Name brand familiarity and logo recognition are crucial in any successful sales campaign, something especially true when it comes to literature displays and brochure holders where customers and prospects come into direct contact with the latest products and bargains. Helping them make that connection and a lasting memory? Custom silk screening not only adds a perfect imprint to displays – an impression enhancing spotlight – it also creates that connection. What are you offering…a prime piece of property, snow or leaf blower, the hottest new toy, a menu, beer promotion? Adding your personal touch via silk screen imprinting adds immeasurable value in customer association. Bank on it!
From the iconic CBS “eye” to Chevrolet’s familiar “bowtie” logo (which first appeared in 1914, by the way), businesses and corporations have long recognized the importance of brand recognition. That blue-and-white BMW logo? One theory has it that the logo reflects a spinning propeller blade against a blue sky circa World War One, when Bavarian Motor Works made engines for military aircraft in lieu of fine automobiles.
In a nutshell, silk screening pushes inks through carefully designed stencil. When additional colors are applied, different screens are laid atop the media, blocking out the areas already complete or still awaiting final touches. And why are we so confident in the success potential of silk screening? One merely need look at its fascinating history. No surprise that the story begins where silk production started…in China. A form of stenciling through a mesh of silk, this type of “screen” printing traces back to the Song Dynasty (920-1279AD). But some believe that the first real masters of silk printing were the Phoenicians along the Mediterranean Sea. Archaeological relics show patterns of image duplication using a variation on these techniques, primarily as simple patterns on fabric.
It was the Japanese who took silk screening to the next level in the 15th and 16th centuries, using stencils glued to screens made of human hair stretched over wooden frames. Screen printing spread west to Europe in the 18th century but it wasn’t until the widespread availability of silk mesh came about that this new medium of branding and imprinting really began to prosper.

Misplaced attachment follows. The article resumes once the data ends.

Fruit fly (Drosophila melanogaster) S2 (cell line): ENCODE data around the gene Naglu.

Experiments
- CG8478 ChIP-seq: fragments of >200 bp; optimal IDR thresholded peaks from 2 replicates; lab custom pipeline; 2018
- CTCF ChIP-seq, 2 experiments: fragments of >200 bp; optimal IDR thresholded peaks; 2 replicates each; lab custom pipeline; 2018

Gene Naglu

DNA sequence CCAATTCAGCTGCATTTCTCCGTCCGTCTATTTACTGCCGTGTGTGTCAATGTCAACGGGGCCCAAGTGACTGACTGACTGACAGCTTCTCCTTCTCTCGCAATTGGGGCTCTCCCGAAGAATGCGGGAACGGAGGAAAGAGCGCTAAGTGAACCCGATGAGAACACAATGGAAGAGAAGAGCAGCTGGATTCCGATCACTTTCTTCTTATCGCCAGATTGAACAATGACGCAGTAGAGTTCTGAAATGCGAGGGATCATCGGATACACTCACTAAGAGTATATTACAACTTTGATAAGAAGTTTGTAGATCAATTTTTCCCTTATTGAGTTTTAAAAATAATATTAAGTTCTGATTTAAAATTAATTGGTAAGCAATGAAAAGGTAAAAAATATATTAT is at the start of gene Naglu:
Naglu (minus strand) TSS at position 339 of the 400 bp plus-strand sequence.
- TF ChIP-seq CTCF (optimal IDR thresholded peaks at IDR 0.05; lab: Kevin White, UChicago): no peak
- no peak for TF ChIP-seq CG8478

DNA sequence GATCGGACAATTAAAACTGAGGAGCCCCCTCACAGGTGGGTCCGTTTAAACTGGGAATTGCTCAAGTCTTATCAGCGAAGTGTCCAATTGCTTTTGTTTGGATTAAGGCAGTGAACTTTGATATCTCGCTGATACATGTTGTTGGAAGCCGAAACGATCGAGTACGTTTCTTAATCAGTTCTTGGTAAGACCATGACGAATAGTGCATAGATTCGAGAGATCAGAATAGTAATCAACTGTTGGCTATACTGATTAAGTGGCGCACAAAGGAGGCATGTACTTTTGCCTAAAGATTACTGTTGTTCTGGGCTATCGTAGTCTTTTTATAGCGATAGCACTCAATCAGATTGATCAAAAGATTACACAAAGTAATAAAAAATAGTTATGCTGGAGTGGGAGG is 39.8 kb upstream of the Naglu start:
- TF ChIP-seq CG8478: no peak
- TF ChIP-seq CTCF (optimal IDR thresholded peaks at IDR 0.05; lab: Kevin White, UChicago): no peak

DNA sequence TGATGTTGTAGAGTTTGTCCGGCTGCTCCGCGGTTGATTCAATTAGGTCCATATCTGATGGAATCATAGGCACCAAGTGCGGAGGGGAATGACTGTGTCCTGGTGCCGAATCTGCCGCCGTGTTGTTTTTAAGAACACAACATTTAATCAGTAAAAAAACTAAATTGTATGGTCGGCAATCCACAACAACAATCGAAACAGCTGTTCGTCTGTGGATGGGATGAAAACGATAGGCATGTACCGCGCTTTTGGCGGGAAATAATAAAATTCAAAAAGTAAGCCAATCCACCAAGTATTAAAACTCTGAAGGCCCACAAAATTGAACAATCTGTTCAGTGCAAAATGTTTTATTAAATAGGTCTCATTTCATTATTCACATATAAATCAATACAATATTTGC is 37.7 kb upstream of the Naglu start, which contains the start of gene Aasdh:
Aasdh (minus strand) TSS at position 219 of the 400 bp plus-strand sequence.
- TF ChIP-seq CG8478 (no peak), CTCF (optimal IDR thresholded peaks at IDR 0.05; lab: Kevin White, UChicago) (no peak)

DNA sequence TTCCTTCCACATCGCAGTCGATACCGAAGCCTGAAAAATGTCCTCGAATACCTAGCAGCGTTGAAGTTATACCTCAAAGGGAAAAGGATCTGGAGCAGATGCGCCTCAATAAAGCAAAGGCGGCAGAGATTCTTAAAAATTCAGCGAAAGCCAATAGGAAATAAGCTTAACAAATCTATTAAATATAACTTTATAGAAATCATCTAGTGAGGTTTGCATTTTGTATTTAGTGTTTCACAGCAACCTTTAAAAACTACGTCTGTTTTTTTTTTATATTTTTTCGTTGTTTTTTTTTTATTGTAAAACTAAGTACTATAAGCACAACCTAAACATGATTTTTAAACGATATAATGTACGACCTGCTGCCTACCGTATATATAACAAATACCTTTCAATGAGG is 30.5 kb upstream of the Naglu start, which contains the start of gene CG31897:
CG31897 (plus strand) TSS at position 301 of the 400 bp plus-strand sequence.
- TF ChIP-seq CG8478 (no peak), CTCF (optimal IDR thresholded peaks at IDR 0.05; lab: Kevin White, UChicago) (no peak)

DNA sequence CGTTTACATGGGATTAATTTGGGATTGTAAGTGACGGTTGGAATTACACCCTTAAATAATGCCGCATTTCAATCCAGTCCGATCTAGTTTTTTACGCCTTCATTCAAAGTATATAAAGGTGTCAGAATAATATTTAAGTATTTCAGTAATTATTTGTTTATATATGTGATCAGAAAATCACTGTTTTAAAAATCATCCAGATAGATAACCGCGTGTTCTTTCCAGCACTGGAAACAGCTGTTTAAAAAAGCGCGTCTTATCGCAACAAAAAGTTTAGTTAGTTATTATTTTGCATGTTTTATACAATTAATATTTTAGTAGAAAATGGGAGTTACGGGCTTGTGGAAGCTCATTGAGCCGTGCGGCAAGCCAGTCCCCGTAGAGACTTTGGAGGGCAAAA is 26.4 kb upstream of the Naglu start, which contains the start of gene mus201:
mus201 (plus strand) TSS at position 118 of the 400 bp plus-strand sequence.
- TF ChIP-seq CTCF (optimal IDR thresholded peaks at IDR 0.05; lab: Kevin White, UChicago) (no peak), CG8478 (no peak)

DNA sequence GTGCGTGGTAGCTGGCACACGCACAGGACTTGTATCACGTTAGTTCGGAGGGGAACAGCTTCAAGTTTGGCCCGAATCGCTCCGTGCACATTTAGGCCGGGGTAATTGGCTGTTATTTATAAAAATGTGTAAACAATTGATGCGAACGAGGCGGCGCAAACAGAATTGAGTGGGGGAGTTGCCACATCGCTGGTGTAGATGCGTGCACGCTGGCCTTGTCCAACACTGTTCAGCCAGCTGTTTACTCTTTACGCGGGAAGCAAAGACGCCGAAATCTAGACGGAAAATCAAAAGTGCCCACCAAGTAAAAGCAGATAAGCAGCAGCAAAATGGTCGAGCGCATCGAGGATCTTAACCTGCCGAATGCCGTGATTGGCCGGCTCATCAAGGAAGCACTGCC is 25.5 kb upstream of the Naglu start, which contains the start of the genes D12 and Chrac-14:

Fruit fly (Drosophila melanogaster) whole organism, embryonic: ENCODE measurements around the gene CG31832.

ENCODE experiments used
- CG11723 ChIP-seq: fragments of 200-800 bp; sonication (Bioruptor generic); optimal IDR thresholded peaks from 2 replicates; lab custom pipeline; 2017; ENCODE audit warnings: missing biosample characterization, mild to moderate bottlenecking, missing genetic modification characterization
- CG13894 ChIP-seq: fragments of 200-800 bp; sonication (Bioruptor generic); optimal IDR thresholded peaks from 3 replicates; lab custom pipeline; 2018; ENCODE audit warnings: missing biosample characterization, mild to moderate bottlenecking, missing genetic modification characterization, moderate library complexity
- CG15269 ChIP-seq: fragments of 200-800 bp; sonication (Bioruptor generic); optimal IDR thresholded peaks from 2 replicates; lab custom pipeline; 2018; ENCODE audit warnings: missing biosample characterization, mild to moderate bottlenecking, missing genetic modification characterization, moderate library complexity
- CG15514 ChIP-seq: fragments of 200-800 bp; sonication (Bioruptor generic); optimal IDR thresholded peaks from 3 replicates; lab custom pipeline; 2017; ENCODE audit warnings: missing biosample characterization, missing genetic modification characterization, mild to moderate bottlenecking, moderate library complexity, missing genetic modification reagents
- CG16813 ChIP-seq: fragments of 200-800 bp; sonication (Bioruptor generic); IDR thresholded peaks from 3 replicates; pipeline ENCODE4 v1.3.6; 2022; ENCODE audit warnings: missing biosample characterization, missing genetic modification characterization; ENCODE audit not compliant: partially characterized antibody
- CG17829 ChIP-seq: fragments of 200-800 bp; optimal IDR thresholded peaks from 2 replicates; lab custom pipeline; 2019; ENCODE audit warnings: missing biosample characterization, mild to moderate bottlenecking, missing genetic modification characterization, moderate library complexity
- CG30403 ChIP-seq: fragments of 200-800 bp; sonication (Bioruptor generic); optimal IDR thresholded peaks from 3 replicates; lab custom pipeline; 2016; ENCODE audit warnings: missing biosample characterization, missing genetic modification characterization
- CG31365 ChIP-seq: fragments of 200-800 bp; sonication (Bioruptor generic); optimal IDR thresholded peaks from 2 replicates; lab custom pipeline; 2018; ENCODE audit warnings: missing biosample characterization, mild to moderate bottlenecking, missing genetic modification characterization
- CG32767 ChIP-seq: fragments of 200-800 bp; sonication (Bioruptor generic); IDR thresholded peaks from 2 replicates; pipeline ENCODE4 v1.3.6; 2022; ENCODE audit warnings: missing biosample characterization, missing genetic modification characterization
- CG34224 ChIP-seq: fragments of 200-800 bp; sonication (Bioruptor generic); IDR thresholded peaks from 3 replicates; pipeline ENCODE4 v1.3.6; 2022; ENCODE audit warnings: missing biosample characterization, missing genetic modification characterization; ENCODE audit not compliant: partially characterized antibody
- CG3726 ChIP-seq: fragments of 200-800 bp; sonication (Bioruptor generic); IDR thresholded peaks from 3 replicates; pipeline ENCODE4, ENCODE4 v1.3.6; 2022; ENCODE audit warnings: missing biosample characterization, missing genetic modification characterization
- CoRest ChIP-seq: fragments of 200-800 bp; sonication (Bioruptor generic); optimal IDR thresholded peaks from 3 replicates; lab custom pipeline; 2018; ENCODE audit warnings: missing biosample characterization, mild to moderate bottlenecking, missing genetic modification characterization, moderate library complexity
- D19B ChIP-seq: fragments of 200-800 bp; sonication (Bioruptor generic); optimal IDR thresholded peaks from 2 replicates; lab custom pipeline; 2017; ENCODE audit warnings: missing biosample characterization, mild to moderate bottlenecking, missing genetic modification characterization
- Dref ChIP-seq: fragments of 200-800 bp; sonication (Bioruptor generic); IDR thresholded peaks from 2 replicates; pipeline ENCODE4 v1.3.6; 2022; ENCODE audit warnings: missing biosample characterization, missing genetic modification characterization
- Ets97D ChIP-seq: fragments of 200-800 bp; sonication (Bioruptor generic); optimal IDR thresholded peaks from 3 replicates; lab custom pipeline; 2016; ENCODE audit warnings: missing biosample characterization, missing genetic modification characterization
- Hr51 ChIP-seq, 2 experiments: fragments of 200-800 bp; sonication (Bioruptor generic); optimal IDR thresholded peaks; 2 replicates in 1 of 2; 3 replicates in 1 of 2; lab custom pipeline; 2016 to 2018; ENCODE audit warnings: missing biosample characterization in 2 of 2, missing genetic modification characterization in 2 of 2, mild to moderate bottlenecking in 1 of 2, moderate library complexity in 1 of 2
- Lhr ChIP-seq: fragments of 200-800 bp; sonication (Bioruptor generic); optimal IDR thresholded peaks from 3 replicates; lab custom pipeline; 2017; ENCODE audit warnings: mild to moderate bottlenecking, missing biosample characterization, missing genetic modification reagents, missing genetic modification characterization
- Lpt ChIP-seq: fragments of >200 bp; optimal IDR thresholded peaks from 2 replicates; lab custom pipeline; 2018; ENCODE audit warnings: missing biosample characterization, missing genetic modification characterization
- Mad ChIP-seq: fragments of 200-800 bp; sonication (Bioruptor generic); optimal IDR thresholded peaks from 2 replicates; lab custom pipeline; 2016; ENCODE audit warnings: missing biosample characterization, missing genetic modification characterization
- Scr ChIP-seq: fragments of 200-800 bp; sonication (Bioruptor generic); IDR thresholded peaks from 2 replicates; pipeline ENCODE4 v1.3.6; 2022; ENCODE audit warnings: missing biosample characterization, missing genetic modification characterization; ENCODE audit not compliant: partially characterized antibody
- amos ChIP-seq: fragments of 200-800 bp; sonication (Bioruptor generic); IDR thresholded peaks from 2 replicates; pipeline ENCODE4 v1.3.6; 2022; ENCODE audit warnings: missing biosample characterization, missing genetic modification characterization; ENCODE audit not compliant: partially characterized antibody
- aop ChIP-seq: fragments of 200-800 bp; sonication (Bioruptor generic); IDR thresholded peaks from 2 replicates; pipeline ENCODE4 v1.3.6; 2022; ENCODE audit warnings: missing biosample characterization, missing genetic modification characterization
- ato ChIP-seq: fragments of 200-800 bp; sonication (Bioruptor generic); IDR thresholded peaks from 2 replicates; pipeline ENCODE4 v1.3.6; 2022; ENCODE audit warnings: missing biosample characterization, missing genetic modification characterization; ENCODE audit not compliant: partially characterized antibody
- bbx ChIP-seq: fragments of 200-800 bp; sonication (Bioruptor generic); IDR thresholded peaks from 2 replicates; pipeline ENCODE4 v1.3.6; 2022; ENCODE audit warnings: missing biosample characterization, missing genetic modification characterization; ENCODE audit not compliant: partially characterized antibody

An English gent named Samuel Simon patented the first screen printing process in 1907, and by 1914 in America, multiple colors were in play. Here we see its use in printing flags and banners for retail stores – a new direction that helped pave the way to our silk screen imprints today – on practically any part we produce.
Along the way, silk screen printing found a strong niche in both artistic and commercial regards. Renowned pop artists Andy Warhol and Roy Lichtenstein used the process in their contemporary artwork while commercial printers used silk screening to create unique designs on everything from signage to t-shirts to baseball caps. In fact, there’s a bit of a misconception among some that this is a technique used only on garments and fabrics when it’s actually used on tens of thousands of items – acrylic display holders come to mind. Screen printing also applies to balloons, decals, and electronics. It’s even been adapted to manufacturing technology.
Seeing is believing. Just look at the nostalgic flare on silk screened menu holders Stella Artois table tents. The impact of a colorful logo imprinted on flat plastic can make a huge difference! It’s no wonder
so many of our best clients order by vast quantities. Price breaks for silk screening orders of 100 to 249 pieces or 10,000-plus and many groups in between…no matter what, they just look great! After all, history’s on your side!